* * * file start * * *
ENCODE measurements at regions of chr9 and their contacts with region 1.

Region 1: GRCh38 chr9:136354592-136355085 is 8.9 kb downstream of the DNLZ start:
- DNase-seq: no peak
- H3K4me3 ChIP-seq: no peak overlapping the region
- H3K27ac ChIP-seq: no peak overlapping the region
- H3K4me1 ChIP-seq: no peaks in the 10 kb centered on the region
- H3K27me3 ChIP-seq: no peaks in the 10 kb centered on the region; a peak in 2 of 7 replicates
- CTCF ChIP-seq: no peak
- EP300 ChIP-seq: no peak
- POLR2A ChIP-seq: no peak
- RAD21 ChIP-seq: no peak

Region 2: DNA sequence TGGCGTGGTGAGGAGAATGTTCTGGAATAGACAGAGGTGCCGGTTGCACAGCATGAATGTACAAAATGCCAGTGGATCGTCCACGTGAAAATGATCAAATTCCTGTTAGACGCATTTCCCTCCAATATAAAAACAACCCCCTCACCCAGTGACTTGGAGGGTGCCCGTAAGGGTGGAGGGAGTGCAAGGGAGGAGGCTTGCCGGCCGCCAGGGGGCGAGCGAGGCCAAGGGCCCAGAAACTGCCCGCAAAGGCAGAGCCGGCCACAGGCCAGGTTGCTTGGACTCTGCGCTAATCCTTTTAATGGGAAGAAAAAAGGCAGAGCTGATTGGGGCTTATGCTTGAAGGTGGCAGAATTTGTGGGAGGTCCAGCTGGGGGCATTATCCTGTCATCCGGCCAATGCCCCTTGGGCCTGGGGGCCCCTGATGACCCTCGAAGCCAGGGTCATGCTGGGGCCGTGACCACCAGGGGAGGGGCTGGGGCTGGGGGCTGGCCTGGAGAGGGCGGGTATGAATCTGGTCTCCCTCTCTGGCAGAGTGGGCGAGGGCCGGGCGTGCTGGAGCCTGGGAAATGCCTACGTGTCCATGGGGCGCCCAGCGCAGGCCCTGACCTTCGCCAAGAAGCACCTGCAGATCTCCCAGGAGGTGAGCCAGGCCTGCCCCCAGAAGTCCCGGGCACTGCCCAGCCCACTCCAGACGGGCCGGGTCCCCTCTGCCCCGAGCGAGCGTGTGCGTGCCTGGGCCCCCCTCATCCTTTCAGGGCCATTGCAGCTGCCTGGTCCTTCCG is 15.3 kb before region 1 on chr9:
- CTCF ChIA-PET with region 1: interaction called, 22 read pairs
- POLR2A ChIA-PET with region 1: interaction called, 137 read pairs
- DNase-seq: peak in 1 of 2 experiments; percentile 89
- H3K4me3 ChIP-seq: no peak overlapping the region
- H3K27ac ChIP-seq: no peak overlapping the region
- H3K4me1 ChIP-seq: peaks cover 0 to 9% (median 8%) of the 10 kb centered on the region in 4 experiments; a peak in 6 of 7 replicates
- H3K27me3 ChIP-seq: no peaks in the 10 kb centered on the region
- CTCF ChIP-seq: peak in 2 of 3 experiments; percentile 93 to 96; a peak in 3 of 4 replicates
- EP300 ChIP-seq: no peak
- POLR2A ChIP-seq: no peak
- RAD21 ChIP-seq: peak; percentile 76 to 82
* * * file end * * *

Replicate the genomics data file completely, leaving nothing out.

ENCODE measurements at regions of chr9 and their contacts with region 1.

Region 1: GRCh38 chr9:136354592-136355085 is 8.9 kb downstream of the DNLZ start:
- DNase-seq: no peak
- H3K4me3 ChIP-seq: no peak overlapping the region
- H3K27ac ChIP-seq: no peak overlapping the region
- H3K4me1 ChIP-seq: no peaks in the 10 kb centered on the region
- H3K27me3 ChIP-seq: no peaks in the 10 kb centered on the region; a peak in 2 of 7 replicates
- CTCF ChIP-seq: no peak
- EP300 ChIP-seq: no peak
- POLR2A ChIP-seq: no peak
- RAD21 ChIP-seq: no peak

Region 2: DNA sequence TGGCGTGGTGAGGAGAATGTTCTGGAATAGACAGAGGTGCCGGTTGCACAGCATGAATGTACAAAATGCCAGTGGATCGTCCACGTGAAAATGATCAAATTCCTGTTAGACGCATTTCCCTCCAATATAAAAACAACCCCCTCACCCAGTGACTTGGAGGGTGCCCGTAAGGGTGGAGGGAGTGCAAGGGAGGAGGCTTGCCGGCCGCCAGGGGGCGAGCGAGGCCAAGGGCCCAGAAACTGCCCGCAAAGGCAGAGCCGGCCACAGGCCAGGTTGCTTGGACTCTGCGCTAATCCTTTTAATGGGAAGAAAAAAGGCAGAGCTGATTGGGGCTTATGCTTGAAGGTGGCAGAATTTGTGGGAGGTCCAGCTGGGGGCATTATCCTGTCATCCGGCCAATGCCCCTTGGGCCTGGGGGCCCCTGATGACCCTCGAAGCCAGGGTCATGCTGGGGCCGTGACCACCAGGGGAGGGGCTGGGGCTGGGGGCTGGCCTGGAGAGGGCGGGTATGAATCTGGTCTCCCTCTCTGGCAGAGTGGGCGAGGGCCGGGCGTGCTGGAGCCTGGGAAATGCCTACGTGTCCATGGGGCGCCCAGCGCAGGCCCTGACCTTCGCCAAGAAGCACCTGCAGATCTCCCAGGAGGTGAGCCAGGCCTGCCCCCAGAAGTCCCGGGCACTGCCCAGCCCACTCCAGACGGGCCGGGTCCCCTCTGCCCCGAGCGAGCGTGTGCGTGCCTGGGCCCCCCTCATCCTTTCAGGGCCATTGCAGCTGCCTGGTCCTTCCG is 15.3 kb before region 1 on chr9:
- CTCF ChIA-PET with region 1: interaction called, 22 read pairs
- POLR2A ChIA-PET with region 1: interaction called, 137 read pairs
- DNase-seq: peak in 1 of 2 experiments; percentile 89
- H3K4me3 ChIP-seq: no peak overlapping the region
- H3K27ac ChIP-seq: no peak overlapping the region
- H3K4me1 ChIP-seq: peaks cover 0 to 9% (median 8%) of the 10 kb centered on the region in 4 experiments; a peak in 6 of 7 replicates
- H3K27me3 ChIP-seq: no peaks in the 10 kb centered on the region
- CTCF ChIP-seq: peak in 2 of 3 experiments; percentile 93 to 96; a peak in 3 of 4 replicates
- EP300 ChIP-seq: no peak
- POLR2A ChIP-seq: no peak
- RAD21 ChIP-seq: peak; percentile 76 to 82